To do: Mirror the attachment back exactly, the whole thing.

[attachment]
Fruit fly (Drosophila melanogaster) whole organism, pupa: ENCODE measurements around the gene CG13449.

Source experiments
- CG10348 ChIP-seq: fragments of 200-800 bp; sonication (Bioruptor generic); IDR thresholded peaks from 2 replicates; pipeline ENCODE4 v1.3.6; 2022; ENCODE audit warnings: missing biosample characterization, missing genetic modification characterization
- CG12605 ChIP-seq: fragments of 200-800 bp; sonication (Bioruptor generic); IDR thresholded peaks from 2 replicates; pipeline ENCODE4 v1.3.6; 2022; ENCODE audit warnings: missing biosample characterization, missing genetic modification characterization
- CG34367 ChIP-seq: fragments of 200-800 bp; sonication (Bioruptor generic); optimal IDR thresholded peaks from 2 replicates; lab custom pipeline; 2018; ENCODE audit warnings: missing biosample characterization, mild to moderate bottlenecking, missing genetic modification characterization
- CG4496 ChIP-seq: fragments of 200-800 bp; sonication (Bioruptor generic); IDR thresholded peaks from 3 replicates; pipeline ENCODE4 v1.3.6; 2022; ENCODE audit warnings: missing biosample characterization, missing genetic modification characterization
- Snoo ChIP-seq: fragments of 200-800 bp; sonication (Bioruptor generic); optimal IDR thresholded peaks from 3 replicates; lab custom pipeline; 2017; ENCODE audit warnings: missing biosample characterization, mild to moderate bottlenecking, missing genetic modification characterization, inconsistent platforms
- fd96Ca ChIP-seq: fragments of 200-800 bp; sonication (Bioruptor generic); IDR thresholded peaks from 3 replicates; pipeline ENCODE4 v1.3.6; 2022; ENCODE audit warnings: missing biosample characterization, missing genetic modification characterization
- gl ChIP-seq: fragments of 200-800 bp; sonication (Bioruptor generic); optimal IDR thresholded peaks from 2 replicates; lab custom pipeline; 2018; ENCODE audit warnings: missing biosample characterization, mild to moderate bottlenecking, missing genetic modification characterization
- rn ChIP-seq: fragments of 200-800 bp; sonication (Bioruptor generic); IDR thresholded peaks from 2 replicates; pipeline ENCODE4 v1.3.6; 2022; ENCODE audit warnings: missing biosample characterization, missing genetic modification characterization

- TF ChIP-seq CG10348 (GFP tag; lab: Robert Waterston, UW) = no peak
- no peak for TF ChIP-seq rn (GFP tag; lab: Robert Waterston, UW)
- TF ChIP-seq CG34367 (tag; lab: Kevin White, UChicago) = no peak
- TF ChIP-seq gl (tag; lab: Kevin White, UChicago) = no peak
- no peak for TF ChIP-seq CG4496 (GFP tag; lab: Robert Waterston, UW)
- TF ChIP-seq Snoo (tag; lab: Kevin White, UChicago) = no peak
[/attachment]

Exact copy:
Fruit fly (Drosophila melanogaster) whole organism, pupa: ENCODE measurements around the gene CG13449.

Source experiments
- CG10348 ChIP-seq: fragments of 200-800 bp; sonication (Bioruptor generic); IDR thresholded peaks from 2 replicates; pipeline ENCODE4 v1.3.6; 2022; ENCODE audit warnings: missing biosample characterization, missing genetic modification characterization
- CG12605 ChIP-seq: fragments of 200-800 bp; sonication (Bioruptor generic); IDR thresholded peaks from 2 replicates; pipeline ENCODE4 v1.3.6; 2022; ENCODE audit warnings: missing biosample characterization, missing genetic modification characterization
- CG34367 ChIP-seq: fragments of 200-800 bp; sonication (Bioruptor generic); optimal IDR thresholded peaks from 2 replicates; lab custom pipeline; 2018; ENCODE audit warnings: missing biosample characterization, mild to moderate bottlenecking, missing genetic modification characterization
- CG4496 ChIP-seq: fragments of 200-800 bp; sonication (Bioruptor generic); IDR thresholded peaks from 3 replicates; pipeline ENCODE4 v1.3.6; 2022; ENCODE audit warnings: missing biosample characterization, missing genetic modification characterization
- Snoo ChIP-seq: fragments of 200-800 bp; sonication (Bioruptor generic); optimal IDR thresholded peaks from 3 replicates; lab custom pipeline; 2017; ENCODE audit warnings: missing biosample characterization, mild to moderate bottlenecking, missing genetic modification characterization, inconsistent platforms
- fd96Ca ChIP-seq: fragments of 200-800 bp; sonication (Bioruptor generic); IDR thresholded peaks from 3 replicates; pipeline ENCODE4 v1.3.6; 2022; ENCODE audit warnings: missing biosample characterization, missing genetic modification characterization
- gl ChIP-seq: fragments of 200-800 bp; sonication (Bioruptor generic); optimal IDR thresholded peaks from 2 replicates; lab custom pipeline; 2018; ENCODE audit warnings: missing biosample characterization, mild to moderate bottlenecking, missing genetic modification characterization
- rn ChIP-seq: fragments of 200-800 bp; sonication (Bioruptor generic); IDR thresholded peaks from 2 replicates; pipeline ENCODE4 v1.3.6; 2022; ENCODE audit warnings: missing biosample characterization, missing genetic modification characterization

- TF ChIP-seq CG10348 (GFP tag; lab: Robert Waterston, UW) = no peak
- no peak for TF ChIP-seq rn (GFP tag; lab: Robert Waterston, UW)
- TF ChIP-seq CG34367 (tag; lab: Kevin White, UChicago) = no peak
- TF ChIP-seq gl (tag; lab: Kevin White, UChicago) = no peak
- no peak for TF ChIP-seq CG4496 (GFP tag; lab: Robert Waterston, UW)
- TF ChIP-seq Snoo (tag; lab: Kevin White, UChicago) = no peak